Welcome to Another Travel Hacks Friday. As part of a new series, every Friday, we will be introducing new travel hacks for outdoor and urban adventures. We will scour the web for the best and most practical hacks, as well as dig into our reserves and share our own awesome moments of ingenuity!
We all know the cost of airfare is ridiculous, often eating up a huge chunk of our travel budget. For the uninitiated, there’s little rhyme or reason to how the pricing is established; oil price goes down, yet airfare goes up. Could it be market forces? Sure. But what about the never ending nickel-and-diming: “luggage? That will be 35 bucks. Oh…you want peanuts too? You’ll need to purchase more legroom first”. The competitive spirit is also gone. Aggregation booking sites like Priceline and Orbitz tend to spit out the same ole results. We could call it an oligopoly, but that’s a subject for another post…
So, who can blame us for trying every known trick to find cheap flights, from clearing your cookies, buying on specific days, private browsing, to clicking your heels three times (careful with this one, it’s known to have unpredictable results). The truth is though, some work and some don’t. And as the Airline industries become more sophisticated the battle for low fares will continue to get more intense.
Enter hidden city ticketing! Because airfare is determined by market forces (so the rumor goes), distance traveled doesn’t determine cost and you’ll find yourself routed all over the map in order to get to where you want to go. This neat little trick leverages that loophole in order to get you the lowest fare.
The idea is simple: Buy a ticket going from point A to point C, and get off at point B. For instance, lets say you want to go to Rome. Instead of buying a direct flight to Rome for $1900, you would purchase a flight to Milan with Rome as a stopover for $1000, and then disembark at the Eternal City.
It’s not particularly new, as the trick has been around for a while. But sites like Skiplagged has figured a way to make hidden city fares more accessible to people like you and me.
Here’s a test I did for April 15 2015 using Skiplagged:
Using Google Flights – San Diego to Rome
Using Skiplagged – San Diego to Rome to Milan:
Using Google Flights – San Diego to Rome to Milan:
So this is how you find cheap flights:
- Go to your booking site of choice and enter your flight details. Note the price
- Go to Skiplagged, or some other hidden city search engine, and enter the same details, and record the results. Note the final destination.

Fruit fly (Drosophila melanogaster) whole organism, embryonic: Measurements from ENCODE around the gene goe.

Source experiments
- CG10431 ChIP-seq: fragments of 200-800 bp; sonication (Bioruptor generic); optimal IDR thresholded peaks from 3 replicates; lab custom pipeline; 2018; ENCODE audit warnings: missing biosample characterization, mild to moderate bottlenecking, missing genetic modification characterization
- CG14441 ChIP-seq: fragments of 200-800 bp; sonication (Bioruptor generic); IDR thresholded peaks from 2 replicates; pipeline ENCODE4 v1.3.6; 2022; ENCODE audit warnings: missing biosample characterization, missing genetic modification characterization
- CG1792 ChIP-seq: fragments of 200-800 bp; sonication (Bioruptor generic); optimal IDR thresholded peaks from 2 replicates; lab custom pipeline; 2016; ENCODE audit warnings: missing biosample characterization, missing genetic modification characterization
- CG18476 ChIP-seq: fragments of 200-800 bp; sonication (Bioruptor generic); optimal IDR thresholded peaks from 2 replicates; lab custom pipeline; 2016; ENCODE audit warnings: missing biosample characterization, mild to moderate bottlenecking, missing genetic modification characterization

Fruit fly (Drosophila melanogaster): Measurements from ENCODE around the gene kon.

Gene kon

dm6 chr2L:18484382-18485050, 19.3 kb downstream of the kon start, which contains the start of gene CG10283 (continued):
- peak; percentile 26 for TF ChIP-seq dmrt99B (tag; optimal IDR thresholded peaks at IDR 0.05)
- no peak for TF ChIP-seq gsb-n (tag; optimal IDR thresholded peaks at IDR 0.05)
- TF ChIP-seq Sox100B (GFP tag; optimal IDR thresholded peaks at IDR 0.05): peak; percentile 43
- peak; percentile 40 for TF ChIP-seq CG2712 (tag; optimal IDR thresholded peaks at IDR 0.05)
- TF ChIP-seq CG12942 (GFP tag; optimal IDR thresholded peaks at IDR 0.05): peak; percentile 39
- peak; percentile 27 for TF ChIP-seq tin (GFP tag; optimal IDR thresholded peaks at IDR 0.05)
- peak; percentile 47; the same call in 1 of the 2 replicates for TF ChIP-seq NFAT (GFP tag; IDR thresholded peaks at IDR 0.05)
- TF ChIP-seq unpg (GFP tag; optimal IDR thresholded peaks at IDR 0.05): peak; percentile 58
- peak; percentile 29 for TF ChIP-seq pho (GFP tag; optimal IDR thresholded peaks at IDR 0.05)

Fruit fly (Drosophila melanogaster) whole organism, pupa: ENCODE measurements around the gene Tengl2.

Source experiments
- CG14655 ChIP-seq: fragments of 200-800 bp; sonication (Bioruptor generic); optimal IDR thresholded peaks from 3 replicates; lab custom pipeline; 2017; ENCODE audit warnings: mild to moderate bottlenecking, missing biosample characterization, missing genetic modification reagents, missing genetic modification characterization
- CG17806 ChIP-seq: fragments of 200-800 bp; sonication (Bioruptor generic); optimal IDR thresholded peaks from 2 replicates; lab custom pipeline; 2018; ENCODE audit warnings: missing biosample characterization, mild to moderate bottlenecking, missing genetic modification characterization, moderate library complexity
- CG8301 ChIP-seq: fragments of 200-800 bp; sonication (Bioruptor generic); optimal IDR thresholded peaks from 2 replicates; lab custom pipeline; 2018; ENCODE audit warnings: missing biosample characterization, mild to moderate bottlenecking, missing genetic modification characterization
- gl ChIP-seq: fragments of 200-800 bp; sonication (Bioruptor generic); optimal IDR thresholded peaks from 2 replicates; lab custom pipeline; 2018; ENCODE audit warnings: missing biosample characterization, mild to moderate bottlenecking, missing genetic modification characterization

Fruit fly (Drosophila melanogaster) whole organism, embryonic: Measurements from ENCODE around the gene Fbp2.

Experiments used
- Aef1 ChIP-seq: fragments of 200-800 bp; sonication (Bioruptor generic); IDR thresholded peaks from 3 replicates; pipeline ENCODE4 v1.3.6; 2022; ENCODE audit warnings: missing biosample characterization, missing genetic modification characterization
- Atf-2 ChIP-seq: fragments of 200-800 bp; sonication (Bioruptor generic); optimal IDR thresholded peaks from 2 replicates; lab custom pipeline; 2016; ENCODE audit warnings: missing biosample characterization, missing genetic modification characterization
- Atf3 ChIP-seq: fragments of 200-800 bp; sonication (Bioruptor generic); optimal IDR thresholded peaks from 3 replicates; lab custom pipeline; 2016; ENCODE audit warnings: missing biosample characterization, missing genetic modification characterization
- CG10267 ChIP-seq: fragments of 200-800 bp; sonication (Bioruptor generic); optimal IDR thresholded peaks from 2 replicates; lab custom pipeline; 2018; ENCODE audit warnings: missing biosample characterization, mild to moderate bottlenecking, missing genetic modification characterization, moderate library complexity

- Go to the booking engines and enter in the same origin and FINAL destination you got from step 2
- If the price is right, book the flight
- If you can’t find the flight, try another flight combination from step 2
Notably, there are some bugs in the system, such as flight routes and price changes not being available at all. So make sure to do your due diligence as you would booking standard flights. Additionally, here are some other things to be aware of:
- You can’t book flights directly through Skiplagged – The site only provides information. It does have a booking function, but you’ll notice that it doesn’t really function.
- Prices on booking sites are different – In the end, booking sites and airlines still control prices and availability. So we are ultimately at their mercy. It requires a little bit of effort, but well worth it to save hundreds
- Purchase one-way – This only works for one-way ticketing, because there may be a possibility that airlines will cancel your return flight if you don’t complete the first half.
- Carryon only – you can’t check any baggage as it goes all the way through
- Sometimes round trip will be cheaper – The price can be cheaper for standard round trip tickets depending on your return date.
- Airlines don’t like this – You won’t get any frequent flyer points for the flight. In fact, don’t use your frequent flyer number at all, as airlines could revoke all your points in retaliation. Use it sparingly.
The travel hack isn’t fool proof; it doesn’t always find the cheapest flights; and results are not always up to date. And although it’s not illegal, airlines and big booking sites may eventually mobilize their combined weight to put the kibosh on the practice. But until then free market reigns and, for the brave and stalwart, this is just one more tool to help win the war!
Got a hack to find cheap flights or have experience with hidden city ticketing? Please do share!
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